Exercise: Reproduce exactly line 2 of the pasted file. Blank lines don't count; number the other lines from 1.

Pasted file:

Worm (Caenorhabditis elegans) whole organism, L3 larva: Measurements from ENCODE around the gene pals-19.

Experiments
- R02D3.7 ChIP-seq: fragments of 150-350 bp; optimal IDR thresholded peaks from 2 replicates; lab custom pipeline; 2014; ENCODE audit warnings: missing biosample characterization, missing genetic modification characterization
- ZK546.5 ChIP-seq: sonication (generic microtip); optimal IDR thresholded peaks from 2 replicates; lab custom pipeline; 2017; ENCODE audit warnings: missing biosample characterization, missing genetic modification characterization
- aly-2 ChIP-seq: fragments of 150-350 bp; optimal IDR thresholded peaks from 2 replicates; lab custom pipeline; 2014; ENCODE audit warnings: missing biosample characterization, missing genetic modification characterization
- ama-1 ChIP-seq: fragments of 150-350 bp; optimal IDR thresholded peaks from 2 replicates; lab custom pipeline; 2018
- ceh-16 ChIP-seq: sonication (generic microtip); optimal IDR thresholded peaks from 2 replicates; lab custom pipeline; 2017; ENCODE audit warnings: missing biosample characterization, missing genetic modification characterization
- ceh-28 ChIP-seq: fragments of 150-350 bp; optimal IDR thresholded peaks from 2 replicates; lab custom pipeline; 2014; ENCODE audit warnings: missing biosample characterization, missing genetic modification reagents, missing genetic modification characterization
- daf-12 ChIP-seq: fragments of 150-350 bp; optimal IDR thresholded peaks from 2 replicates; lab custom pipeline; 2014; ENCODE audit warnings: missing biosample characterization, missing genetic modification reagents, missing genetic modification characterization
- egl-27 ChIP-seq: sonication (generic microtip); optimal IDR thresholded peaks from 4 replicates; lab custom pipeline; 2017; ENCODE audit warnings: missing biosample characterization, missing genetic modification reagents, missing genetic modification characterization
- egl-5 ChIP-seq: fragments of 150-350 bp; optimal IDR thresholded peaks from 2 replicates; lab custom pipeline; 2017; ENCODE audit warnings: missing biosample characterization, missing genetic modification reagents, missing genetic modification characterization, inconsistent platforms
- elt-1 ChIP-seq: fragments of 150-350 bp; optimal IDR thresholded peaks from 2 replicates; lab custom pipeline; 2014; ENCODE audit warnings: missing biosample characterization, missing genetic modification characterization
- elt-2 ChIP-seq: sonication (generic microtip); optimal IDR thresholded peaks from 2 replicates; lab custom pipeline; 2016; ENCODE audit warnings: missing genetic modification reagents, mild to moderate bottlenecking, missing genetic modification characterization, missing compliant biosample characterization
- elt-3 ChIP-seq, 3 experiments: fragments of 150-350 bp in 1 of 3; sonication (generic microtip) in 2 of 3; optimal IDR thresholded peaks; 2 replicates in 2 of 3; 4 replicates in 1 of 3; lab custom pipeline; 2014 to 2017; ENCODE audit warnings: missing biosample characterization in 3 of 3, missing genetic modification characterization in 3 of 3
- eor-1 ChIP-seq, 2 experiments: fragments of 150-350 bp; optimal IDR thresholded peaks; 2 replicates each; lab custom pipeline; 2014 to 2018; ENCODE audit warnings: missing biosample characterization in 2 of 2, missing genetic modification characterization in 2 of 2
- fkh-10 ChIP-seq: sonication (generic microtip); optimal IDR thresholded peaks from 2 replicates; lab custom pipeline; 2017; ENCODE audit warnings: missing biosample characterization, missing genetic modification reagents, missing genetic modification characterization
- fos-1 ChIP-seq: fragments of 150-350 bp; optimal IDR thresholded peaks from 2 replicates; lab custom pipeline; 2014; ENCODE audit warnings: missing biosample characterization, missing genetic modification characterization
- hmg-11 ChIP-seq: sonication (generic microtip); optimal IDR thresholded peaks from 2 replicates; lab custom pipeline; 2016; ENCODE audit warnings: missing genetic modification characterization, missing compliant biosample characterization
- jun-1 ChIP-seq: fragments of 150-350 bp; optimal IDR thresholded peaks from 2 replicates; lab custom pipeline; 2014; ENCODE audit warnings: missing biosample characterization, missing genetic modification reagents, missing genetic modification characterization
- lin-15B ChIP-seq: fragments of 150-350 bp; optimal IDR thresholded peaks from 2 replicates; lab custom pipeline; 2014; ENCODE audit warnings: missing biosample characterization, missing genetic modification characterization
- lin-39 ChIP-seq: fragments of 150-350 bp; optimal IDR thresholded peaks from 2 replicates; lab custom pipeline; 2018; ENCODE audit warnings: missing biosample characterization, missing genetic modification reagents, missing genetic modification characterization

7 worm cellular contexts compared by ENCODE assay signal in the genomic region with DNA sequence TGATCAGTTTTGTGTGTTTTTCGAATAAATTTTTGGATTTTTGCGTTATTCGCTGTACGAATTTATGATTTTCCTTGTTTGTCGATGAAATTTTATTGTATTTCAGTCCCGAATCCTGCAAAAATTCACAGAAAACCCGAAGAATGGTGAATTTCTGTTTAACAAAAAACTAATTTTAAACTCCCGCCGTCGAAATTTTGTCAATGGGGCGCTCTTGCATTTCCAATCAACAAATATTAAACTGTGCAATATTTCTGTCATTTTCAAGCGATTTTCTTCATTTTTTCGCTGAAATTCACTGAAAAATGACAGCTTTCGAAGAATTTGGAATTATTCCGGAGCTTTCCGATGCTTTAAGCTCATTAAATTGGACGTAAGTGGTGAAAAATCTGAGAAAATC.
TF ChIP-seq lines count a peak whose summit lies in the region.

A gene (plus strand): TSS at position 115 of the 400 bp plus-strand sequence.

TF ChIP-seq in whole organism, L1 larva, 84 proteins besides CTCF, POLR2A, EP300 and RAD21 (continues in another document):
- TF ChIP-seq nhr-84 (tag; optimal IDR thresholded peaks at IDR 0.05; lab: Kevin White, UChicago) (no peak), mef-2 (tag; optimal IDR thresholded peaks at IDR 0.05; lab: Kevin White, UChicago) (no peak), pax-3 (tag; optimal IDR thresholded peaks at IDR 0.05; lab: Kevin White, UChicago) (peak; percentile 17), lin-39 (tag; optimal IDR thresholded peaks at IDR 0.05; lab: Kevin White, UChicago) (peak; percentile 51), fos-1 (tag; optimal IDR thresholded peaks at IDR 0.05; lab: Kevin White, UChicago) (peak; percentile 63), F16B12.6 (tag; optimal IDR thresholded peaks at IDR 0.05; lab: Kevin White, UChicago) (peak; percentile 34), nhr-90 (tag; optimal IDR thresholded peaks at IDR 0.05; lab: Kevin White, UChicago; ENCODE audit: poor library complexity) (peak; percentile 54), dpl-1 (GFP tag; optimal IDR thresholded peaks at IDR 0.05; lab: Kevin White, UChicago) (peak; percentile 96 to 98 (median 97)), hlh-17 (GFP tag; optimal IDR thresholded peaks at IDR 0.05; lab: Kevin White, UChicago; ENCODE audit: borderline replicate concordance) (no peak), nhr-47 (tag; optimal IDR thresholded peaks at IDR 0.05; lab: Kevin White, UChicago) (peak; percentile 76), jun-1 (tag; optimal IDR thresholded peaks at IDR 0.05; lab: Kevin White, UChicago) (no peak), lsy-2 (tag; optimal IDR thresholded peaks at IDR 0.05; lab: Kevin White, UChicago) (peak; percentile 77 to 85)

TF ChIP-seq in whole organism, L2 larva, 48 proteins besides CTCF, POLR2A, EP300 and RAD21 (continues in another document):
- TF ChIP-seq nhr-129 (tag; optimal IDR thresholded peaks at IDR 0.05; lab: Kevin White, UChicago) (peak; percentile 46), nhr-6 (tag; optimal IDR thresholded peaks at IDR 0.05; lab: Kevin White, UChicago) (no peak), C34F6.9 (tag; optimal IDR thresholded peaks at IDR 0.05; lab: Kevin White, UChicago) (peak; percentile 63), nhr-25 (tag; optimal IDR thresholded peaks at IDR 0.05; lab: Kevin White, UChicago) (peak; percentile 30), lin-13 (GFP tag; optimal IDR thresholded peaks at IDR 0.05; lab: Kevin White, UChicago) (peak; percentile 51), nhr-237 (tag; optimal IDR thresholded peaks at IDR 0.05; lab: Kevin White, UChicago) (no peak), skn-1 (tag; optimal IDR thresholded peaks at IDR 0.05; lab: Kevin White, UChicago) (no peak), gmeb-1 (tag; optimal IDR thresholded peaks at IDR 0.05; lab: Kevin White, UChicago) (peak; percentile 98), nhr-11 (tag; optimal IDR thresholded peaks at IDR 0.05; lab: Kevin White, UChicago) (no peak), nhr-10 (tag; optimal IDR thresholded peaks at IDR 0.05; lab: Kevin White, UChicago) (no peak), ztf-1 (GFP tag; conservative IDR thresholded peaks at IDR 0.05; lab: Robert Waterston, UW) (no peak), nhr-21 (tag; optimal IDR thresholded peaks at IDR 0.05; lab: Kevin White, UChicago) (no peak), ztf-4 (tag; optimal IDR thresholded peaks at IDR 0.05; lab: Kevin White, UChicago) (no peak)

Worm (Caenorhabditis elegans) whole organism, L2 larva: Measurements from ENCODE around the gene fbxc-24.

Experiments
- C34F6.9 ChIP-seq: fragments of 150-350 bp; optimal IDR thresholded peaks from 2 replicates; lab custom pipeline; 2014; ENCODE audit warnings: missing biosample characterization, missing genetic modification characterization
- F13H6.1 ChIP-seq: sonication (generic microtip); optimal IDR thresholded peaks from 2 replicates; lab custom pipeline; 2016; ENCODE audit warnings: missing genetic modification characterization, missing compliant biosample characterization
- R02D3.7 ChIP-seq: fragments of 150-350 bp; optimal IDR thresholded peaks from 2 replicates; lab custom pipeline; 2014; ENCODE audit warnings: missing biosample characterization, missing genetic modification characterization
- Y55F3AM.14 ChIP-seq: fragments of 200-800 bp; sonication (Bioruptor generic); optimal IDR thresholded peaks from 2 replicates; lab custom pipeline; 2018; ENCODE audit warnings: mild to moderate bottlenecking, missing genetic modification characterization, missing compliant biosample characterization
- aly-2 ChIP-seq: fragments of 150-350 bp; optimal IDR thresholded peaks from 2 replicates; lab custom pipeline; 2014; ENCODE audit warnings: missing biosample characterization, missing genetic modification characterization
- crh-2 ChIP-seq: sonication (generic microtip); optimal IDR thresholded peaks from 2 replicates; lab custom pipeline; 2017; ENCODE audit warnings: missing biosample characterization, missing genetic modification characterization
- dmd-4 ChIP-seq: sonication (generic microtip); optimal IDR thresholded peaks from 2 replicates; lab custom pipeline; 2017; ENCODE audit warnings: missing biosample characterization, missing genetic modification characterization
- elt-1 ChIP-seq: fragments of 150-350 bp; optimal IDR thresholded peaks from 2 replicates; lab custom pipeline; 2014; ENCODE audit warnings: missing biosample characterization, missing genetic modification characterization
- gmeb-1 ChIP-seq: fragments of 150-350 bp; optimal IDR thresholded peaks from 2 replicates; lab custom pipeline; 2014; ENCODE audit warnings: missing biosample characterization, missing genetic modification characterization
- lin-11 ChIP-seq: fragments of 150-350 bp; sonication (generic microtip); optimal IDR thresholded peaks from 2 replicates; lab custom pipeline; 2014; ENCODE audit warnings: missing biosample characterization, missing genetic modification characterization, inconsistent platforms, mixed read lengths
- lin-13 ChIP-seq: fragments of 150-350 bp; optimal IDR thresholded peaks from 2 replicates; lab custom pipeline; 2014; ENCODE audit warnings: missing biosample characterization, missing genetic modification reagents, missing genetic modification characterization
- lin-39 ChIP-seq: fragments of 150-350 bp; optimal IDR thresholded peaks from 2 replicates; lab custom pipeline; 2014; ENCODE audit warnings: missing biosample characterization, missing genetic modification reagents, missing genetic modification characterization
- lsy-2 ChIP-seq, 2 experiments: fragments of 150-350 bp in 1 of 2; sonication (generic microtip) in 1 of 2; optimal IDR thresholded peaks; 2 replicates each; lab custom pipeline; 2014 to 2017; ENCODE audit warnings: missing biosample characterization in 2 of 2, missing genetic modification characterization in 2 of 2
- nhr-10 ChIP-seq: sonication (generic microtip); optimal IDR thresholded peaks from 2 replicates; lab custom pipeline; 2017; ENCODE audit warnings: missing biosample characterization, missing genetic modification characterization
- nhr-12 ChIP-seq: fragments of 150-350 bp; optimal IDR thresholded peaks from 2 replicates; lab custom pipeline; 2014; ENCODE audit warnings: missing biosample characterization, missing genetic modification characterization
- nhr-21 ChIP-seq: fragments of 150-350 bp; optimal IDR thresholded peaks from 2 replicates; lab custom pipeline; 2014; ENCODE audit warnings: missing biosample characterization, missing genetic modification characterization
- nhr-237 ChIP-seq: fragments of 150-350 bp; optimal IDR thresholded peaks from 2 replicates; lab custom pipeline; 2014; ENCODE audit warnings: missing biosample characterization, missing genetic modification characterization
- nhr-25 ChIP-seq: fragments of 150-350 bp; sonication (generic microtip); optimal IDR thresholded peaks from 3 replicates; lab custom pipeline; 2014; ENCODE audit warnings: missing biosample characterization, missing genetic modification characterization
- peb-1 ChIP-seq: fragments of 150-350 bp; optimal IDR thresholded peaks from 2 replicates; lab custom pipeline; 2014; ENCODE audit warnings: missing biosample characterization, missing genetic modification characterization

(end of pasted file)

Experiments